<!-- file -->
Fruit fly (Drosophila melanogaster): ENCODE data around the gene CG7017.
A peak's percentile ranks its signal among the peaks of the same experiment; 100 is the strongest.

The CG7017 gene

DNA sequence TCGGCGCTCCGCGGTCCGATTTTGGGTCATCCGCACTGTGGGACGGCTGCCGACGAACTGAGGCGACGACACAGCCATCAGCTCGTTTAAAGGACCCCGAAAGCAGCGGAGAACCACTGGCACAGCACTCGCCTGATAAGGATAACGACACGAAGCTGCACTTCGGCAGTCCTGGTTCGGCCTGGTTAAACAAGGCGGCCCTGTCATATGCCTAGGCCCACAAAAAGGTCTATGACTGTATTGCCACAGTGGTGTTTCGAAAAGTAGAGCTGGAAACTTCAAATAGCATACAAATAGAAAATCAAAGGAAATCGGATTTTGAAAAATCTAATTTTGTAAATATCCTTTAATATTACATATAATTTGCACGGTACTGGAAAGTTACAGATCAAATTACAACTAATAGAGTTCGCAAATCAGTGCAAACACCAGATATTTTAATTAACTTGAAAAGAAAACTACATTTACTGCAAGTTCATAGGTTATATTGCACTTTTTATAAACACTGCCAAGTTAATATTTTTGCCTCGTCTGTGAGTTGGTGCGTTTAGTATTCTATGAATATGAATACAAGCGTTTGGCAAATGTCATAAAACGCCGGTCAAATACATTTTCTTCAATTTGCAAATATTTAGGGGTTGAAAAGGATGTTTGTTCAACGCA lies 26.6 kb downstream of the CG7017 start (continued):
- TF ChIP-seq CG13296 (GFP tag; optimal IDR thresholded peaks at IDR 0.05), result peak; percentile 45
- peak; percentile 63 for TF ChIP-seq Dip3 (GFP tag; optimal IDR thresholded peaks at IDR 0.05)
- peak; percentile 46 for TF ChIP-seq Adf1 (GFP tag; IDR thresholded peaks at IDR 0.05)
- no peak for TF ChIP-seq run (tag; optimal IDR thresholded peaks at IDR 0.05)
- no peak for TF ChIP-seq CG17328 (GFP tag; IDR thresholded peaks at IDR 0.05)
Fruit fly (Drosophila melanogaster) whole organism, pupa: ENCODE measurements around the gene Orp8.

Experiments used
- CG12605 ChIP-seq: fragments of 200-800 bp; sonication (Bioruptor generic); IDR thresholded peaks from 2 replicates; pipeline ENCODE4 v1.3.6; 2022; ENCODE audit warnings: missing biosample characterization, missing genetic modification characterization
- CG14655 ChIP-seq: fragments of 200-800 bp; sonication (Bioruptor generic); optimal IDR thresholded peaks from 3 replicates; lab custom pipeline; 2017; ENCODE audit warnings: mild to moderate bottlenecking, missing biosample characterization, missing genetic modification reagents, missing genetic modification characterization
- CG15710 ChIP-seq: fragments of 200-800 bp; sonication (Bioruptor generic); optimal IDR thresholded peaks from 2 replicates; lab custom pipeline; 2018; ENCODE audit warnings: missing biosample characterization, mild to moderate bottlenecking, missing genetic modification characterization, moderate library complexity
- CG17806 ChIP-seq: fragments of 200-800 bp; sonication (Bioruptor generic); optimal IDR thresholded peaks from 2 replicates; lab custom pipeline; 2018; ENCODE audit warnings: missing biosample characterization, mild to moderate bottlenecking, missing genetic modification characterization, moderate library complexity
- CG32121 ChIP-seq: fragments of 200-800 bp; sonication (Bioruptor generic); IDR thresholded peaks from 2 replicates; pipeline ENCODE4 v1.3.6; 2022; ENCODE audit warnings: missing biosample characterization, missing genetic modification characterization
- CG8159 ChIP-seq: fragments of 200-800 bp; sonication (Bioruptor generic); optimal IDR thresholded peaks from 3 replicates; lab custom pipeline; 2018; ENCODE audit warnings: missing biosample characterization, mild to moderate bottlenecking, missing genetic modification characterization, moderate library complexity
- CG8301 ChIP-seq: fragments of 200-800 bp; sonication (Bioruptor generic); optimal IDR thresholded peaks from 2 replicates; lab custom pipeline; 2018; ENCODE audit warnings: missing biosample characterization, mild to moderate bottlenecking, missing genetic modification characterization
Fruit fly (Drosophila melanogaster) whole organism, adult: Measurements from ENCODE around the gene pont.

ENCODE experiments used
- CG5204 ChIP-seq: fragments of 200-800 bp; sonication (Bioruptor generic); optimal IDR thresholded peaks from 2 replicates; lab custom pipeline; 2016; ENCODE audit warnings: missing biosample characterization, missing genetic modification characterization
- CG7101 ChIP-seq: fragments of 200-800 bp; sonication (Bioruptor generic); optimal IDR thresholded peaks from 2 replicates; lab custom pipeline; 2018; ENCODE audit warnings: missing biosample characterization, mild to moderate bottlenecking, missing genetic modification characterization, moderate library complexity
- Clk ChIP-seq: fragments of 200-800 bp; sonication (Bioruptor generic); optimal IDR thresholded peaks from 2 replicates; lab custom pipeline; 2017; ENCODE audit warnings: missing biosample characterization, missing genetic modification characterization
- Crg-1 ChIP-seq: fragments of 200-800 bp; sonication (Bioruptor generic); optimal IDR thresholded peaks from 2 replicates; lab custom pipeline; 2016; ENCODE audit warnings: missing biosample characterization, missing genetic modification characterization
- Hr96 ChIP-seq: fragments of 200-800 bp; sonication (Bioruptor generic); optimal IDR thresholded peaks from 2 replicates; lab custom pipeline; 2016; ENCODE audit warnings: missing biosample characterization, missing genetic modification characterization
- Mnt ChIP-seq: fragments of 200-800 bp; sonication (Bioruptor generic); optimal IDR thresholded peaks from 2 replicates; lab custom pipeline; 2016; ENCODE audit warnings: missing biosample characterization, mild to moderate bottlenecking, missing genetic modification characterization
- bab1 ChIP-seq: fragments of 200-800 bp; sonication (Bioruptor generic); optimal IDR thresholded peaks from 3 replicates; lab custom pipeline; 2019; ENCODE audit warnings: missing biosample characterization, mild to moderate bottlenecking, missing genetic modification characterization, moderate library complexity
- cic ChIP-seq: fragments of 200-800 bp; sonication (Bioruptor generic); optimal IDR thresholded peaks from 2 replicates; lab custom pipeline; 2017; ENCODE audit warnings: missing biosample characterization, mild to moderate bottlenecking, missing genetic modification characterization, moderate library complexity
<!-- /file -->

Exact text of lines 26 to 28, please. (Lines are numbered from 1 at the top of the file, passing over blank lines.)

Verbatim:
- Mnt ChIP-seq: fragments of 200-800 bp; sonication (Bioruptor generic); optimal IDR thresholded peaks from 2 replicates; lab custom pipeline; 2016; ENCODE audit warnings: missing biosample characterization, mild to moderate bottlenecking, missing genetic modification characterization
- bab1 ChIP-seq: fragments of 200-800 bp; sonication (Bioruptor generic); optimal IDR thresholded peaks from 3 replicates; lab custom pipeline; 2019; ENCODE audit warnings: missing biosample characterization, mild to moderate bottlenecking, missing genetic modification characterization, moderate library complexity
- cic ChIP-seq: fragments of 200-800 bp; sonication (Bioruptor generic); optimal IDR thresholded peaks from 2 replicates; lab custom pipeline; 2017; ENCODE audit warnings: missing biosample characterization, mild to moderate bottlenecking, missing genetic modification characterization, moderate library complexity